NEW DOCUMENT PROJECT AND DATABASE:
In this issue we are departing from our typical publishing schedule to present a single, very large document project and database, "How Did Oregon Nurses Use the Ideology of Professionalism to Advance Their Interests in the Twentieth Century?" edited by Patricia Schechter of Portland State University. The document project examines tensions between professionalism and unionism among nurses interviewed in a major oral history project sponsored by the Oregon Nurses Association. The project includes thirty-seven transcriptions of oral history interviews and provides 836 pages of primary materials for use by students and scholars. We are pleased to make these interviews available to a broad audience.
Other features in this issue include four book reviews, two new teaching tools, and News from the Archives edited by Tanya Zanish-Belcher, Associate Professor and Head of the Special Collections Department and University Archives at Iowa State University. We welcome a new book review editor with this issue, Professor Carol Faulkner at the State University of New York at Geneseo, and express our thanks to Victoria Brown who ably launched this section of the website over the past two years.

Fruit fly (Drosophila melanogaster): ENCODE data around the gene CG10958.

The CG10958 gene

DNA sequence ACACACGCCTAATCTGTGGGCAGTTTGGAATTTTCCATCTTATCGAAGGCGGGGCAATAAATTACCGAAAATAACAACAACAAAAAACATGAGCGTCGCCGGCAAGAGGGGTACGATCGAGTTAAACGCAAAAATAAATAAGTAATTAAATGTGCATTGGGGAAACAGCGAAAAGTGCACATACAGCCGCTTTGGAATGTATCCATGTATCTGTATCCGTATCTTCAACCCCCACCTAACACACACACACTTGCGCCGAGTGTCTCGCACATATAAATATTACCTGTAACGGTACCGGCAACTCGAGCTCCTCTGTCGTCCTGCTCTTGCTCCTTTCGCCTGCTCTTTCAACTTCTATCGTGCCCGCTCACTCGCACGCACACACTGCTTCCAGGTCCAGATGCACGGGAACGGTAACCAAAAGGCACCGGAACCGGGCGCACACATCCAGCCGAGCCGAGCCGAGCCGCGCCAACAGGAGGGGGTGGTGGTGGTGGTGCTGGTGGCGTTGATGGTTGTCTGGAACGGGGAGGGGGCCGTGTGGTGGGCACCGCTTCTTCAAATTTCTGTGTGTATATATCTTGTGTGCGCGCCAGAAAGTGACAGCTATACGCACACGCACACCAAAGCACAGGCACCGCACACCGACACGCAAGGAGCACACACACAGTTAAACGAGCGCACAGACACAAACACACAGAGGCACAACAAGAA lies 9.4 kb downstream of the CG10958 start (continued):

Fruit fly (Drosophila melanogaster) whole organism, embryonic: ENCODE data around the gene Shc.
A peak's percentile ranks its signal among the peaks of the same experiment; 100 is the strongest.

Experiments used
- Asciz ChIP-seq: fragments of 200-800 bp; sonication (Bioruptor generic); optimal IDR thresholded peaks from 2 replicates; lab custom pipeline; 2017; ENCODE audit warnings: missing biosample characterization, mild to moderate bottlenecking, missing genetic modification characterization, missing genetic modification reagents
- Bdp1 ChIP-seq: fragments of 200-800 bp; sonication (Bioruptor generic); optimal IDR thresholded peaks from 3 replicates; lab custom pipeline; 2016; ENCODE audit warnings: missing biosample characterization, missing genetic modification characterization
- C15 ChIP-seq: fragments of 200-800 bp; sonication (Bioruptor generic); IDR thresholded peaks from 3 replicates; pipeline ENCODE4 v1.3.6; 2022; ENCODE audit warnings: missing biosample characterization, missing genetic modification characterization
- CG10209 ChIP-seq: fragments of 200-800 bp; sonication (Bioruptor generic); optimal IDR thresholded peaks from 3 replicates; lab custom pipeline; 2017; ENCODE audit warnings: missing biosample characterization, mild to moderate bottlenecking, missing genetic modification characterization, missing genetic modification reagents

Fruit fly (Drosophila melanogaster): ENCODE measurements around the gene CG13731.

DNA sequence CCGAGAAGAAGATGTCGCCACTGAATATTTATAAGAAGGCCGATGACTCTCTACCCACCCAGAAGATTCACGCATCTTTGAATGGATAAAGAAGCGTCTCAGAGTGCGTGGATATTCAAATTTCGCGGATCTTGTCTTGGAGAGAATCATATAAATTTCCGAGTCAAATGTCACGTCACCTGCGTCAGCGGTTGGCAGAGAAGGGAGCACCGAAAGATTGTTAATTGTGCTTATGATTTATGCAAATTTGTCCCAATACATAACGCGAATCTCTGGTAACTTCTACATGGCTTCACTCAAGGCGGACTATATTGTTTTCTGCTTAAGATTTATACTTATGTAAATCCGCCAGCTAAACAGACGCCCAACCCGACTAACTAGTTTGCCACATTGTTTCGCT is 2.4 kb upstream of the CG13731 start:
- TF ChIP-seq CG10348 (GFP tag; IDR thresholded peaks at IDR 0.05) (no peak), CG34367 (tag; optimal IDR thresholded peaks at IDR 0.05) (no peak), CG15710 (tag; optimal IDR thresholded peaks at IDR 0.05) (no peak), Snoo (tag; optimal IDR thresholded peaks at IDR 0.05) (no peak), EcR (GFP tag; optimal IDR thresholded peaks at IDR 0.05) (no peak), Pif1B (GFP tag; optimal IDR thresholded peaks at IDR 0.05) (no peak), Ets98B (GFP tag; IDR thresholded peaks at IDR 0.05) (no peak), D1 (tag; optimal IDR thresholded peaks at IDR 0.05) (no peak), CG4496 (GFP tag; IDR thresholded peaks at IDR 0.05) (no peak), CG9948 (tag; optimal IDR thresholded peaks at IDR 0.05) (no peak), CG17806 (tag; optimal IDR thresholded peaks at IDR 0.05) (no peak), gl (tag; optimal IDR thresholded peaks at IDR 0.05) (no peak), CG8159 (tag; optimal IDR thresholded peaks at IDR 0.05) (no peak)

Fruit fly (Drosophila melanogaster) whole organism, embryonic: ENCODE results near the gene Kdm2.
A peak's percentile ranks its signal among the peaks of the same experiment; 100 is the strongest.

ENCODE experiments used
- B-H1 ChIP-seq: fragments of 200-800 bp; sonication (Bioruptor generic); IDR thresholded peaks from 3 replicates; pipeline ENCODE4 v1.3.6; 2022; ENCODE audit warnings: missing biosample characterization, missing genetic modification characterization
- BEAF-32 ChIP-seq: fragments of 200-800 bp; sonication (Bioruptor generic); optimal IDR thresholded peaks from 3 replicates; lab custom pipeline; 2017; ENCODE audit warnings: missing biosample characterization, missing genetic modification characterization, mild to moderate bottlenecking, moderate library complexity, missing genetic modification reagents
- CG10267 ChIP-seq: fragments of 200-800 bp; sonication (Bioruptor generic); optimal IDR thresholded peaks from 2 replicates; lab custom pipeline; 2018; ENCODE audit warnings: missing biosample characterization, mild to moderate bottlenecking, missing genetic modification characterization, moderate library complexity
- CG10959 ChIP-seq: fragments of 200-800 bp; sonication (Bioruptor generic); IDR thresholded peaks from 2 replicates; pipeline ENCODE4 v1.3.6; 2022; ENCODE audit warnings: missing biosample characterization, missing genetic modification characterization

With this quarterly issue of the database, we continue to publish full-text sources related to the history of the women’s organizations in the nineteenth and twentieth centuries. This issue includes the second installment of twenty-five years of the minutes and reports of the National Woman’s Christian Temperance Union, 1874-1898. When this undertaking is complete, in the summer of 2007, we expect to have published 6,000 pages of NWCTU annual reports from the Union’s first national convention through the close of Frances Willard’s period as president of the organization. We have several projects afoot to determine what full-text materials will follow the NWCTU series and hope to have something to announce in December or January.